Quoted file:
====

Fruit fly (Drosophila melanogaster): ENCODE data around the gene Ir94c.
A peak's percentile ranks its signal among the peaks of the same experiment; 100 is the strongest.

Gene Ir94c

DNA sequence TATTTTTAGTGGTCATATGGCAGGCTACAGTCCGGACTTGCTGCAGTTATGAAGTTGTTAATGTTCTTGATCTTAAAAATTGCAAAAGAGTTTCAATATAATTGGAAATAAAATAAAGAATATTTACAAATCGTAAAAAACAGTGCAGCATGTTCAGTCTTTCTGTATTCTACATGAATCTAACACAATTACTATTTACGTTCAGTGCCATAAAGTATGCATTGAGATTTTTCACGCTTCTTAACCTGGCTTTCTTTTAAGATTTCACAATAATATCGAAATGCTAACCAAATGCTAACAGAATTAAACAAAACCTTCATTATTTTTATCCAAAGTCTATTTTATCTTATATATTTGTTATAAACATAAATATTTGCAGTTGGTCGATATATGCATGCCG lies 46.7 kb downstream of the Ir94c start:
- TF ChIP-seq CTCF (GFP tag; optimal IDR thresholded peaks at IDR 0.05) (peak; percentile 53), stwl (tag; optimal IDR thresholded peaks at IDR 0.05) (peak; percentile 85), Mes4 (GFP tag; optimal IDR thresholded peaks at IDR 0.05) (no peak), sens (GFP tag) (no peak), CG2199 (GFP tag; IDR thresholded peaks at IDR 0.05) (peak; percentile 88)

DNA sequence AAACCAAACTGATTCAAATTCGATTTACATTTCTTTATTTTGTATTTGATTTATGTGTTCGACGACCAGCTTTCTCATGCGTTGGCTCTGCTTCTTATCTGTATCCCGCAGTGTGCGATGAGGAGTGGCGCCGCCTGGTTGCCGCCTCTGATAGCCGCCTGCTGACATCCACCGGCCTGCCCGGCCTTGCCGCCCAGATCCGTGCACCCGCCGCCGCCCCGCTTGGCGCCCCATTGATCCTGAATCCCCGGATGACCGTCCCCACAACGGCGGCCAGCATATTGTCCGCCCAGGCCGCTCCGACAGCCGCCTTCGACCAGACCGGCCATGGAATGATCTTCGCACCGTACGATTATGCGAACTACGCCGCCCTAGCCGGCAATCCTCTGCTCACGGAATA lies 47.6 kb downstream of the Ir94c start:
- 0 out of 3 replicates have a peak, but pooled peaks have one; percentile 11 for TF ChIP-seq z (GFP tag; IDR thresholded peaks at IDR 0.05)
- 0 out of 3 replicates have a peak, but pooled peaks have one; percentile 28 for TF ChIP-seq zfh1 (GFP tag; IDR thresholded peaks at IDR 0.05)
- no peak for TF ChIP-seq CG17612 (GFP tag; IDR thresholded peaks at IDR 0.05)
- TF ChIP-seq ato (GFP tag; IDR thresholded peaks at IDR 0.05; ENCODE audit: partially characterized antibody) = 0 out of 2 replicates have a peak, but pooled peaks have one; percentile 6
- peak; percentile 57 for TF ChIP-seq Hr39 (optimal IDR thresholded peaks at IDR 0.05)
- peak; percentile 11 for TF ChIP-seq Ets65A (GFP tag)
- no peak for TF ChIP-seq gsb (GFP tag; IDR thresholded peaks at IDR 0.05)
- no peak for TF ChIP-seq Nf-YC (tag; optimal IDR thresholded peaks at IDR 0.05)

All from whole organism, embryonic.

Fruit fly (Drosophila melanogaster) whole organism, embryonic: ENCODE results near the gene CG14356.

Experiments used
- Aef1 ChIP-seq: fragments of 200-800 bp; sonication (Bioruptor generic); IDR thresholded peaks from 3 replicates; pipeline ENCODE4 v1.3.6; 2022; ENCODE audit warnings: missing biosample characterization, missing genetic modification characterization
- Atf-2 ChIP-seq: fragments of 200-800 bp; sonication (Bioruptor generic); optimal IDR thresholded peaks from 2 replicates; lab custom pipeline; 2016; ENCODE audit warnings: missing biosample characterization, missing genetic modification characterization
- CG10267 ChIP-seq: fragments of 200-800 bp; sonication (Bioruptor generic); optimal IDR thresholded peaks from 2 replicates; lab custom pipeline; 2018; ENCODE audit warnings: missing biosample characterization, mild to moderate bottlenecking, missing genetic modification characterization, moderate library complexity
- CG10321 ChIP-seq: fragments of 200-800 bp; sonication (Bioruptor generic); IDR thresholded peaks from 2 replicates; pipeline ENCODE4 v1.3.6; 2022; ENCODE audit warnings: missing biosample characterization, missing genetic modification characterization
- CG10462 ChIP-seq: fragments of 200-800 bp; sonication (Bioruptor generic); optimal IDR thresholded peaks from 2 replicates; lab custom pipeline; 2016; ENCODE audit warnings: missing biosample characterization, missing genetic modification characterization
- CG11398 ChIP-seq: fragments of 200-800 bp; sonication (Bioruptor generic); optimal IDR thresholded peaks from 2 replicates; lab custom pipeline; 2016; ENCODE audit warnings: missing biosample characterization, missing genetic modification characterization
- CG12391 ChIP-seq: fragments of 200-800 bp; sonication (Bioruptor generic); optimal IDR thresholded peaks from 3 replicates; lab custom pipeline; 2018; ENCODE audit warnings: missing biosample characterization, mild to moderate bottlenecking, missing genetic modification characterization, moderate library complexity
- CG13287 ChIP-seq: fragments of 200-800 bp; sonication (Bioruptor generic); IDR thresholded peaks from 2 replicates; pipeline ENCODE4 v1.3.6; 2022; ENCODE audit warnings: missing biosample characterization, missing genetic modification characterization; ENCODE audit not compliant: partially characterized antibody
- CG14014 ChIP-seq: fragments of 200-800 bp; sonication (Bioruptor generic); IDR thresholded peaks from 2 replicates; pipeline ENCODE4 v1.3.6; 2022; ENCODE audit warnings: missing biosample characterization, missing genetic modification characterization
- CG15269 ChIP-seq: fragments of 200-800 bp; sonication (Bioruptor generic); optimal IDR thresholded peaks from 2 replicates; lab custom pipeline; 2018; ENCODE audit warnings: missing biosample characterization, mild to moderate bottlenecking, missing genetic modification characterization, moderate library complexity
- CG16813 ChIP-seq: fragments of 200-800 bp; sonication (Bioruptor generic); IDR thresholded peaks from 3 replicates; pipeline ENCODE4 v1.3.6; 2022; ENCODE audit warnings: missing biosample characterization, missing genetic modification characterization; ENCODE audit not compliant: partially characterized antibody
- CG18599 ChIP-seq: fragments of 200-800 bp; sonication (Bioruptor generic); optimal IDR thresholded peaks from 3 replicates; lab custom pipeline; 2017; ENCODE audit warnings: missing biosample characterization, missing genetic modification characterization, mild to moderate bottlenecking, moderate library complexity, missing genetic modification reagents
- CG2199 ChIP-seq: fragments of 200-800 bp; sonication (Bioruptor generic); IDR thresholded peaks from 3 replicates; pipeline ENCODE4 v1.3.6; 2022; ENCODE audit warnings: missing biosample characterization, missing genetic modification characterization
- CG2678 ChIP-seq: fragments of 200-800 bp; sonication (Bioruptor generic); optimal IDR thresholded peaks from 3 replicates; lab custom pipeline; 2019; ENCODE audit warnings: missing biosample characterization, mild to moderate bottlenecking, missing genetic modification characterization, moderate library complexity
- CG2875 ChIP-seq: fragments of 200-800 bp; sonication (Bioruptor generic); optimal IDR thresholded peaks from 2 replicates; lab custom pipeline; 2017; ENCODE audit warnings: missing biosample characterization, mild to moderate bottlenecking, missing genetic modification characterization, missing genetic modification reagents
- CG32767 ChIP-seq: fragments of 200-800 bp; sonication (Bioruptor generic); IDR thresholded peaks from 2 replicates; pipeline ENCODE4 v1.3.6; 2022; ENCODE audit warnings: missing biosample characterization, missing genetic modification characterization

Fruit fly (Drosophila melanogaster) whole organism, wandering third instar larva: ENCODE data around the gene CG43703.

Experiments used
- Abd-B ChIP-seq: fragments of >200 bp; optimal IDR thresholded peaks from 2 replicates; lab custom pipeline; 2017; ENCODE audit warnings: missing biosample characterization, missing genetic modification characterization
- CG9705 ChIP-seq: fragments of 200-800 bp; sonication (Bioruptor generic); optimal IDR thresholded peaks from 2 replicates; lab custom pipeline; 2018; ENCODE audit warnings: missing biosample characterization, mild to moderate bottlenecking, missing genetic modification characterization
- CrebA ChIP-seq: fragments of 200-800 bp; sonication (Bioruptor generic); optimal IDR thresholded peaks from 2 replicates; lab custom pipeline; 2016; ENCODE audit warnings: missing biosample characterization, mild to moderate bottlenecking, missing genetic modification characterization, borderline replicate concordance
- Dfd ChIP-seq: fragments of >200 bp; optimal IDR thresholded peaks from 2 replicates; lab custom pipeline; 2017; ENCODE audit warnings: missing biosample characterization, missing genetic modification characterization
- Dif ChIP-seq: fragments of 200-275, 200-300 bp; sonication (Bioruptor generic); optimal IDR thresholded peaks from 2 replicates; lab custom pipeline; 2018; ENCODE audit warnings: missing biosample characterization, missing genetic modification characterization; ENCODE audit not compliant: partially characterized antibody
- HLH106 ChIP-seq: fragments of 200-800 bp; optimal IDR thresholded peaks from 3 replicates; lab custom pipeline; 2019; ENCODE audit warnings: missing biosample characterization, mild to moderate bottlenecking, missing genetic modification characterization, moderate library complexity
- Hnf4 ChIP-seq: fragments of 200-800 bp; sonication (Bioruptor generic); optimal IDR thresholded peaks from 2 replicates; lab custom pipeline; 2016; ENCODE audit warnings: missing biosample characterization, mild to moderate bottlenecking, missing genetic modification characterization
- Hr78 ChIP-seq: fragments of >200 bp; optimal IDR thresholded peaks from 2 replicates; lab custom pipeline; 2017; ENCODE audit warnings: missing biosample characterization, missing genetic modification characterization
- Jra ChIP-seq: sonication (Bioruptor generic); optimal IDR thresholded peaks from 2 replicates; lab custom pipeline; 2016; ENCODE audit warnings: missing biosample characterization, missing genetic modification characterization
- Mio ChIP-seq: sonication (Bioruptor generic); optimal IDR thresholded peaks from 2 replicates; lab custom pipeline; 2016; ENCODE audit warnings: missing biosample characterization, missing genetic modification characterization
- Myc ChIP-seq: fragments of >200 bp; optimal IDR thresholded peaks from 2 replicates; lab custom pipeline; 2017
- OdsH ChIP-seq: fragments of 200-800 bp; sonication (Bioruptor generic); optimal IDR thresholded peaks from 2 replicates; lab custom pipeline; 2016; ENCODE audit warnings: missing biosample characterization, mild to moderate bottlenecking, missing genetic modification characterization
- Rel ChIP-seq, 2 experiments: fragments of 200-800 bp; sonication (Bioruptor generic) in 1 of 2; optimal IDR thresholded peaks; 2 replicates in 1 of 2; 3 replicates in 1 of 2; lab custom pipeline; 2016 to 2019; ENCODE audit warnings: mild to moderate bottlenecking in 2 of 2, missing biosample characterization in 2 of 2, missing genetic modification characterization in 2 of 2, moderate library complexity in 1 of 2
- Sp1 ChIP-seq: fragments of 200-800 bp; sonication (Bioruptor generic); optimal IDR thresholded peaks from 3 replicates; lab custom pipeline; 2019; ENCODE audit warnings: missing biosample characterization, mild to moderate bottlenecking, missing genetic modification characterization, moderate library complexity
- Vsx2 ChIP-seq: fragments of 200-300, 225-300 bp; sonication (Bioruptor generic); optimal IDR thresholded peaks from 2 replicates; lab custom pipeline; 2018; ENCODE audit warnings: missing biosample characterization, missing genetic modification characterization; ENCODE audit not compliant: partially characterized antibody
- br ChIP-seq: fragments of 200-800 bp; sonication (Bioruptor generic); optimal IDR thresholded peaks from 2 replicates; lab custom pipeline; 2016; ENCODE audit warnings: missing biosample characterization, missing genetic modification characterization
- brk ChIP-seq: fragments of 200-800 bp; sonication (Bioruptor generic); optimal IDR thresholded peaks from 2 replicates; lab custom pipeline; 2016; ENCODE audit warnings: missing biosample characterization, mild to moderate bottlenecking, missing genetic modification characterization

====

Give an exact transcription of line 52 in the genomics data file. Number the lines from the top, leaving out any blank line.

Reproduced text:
- brk ChIP-seq: fragments of 200-800 bp; sonication (Bioruptor generic); optimal IDR thresholded peaks from 2 replicates; lab custom pipeline; 2016; ENCODE audit warnings: missing biosample characterization, mild to moderate bottlenecking, missing genetic modification characterization